Senate Votes 59 to 41 to Defeat Keystone XL: Here's What You Need to Know

A depot used to store pipes for Transcanada Corp's planned Keystone XL oil pipeline is seen in Gascoyne, North Dakota November 14, 2014. Andrew Cullen/Reuters

In a 59 to 41 vote, the U.S. Senate voted to reject the Keystone XL pipeline Tuesday evening after several hours of intense debate. The vote is a blow to the career of Sen. Mary Landrieu (D-La.), who led the coalition in support of the tar sands pipeline and faces a runoff election in December. But even if the vote had passed, President Obama's staff suggested he would likely veto any legislation that Congress passed while the State Department is still undergoing its review of the project.

But despite the outcome on Tuesday, the fight over the future of Keystone XL is far from over. When Republicans take control of the Senate in January, Congress will likely be staffed with enough pro-Keystone senators to pass the legislation and possibly even override a presidential veto.

Concerns Over the Economic Impact, and Measly Job-Creation

One popular pro-pipeline argument—cited on the Senate floor multiple times Tuesday by Senators in favor of Keystone—is that it will reduce the nation's dependence on foreign oil. While some of the crude may remain in the U.S., a large portion of it will be exported out of the Gulf of Mexico.

"Understand what this project is," Obama said last week in Myanmar. "It is providing the ability of Canada to pump their oil, send it through our land, down to the Gulf, where it will be sold everywhere else. That doesn't have an impact on U.S. gas prices."

The project was originally conceived six years ago to supply U.S. markets, Reuters reports, but since then, the American shale boom has reshaped the energy landscape entirely:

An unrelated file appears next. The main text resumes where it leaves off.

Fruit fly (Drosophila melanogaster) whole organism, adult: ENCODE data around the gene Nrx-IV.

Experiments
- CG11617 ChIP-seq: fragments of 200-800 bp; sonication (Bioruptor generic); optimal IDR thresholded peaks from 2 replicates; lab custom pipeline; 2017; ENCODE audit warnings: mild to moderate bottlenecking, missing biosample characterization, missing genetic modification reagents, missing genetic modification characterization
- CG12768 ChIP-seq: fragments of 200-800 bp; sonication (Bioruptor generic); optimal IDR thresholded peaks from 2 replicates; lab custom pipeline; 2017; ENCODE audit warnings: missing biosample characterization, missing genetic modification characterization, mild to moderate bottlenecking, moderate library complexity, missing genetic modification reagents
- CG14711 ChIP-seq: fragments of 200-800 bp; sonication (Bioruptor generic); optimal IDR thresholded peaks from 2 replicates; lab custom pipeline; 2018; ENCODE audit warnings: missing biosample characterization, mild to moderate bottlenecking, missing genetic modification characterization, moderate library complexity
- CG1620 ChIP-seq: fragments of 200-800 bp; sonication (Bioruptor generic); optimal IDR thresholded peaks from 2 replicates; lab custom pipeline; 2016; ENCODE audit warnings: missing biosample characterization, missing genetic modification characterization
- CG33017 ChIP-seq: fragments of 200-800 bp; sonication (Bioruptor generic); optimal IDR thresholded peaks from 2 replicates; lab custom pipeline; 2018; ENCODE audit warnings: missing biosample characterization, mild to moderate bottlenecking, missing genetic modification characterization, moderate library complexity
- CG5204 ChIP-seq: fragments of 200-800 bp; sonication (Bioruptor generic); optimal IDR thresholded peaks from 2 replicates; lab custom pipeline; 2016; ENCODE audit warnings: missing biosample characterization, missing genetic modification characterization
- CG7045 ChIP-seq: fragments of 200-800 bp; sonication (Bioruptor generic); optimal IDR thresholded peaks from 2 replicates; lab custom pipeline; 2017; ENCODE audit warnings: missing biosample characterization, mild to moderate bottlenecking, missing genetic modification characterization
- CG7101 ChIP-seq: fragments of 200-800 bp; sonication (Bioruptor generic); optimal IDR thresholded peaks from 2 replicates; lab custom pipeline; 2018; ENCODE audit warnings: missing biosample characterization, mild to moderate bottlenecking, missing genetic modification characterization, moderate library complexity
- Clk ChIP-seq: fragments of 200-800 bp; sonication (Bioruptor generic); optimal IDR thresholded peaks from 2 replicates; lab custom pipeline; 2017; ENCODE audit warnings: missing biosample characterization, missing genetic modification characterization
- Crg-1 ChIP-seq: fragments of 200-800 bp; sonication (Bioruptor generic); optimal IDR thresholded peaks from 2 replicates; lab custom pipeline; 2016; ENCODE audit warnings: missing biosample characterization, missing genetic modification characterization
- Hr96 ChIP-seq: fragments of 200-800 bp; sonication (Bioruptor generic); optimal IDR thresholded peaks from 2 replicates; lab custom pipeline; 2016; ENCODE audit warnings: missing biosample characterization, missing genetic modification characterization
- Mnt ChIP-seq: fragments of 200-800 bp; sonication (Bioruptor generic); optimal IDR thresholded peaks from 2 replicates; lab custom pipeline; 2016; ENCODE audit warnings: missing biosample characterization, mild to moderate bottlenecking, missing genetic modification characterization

"Canadian crude once urgently sought to reduce a growing U.S. reliance on foreign oil may now end up being a surplus commodity in a region suddenly awash in oil," according to Reuters.

In a report released last week, the U.S. Energy Information Administration (EIA) said it foresees domestic crude oil production surging 20 percent by the end of 2014 from its level at the beginning of the year. As Inside Climate News points out, that's the equivalent of 1.4 million barrels of U.S.-produced oil to be available each day, which is roughly twice as much as the Keystone would bring in from Canada.

Due to the fact that much oil the will be diverted to Keystone will be exported to markets overseas, some say the pipeline will raise gas prices. Nonprofit research group Consumer Watchdog predicts the Midwest will be especially hard-hit, because much of the Canadian oil currently processed in Midwestern refineries will be diverted to the Keystone pipeline for refining near the Gulf. The Midwest currently imports more than half of its oil for refining from Canada, according to the group.

"Increases at the pump could range from 25 cents to 40 cents a gallon, depending on how regional refineries respond to paying $20 to $30 more per 42-gallon barrel for Canadian crude oil," according to Consumer Watchdog.

A 2011 study conducted by Cornell University's ILR Global Labor Institute, which works with trade unions on environmental and other challenges, concluded that by rerouting oil from the Midwest for global export, the Keystone XL pipeline could cost those states up to $4 billion in higher gas prices, which would in turn "suppress other spending and will therefore cost jobs."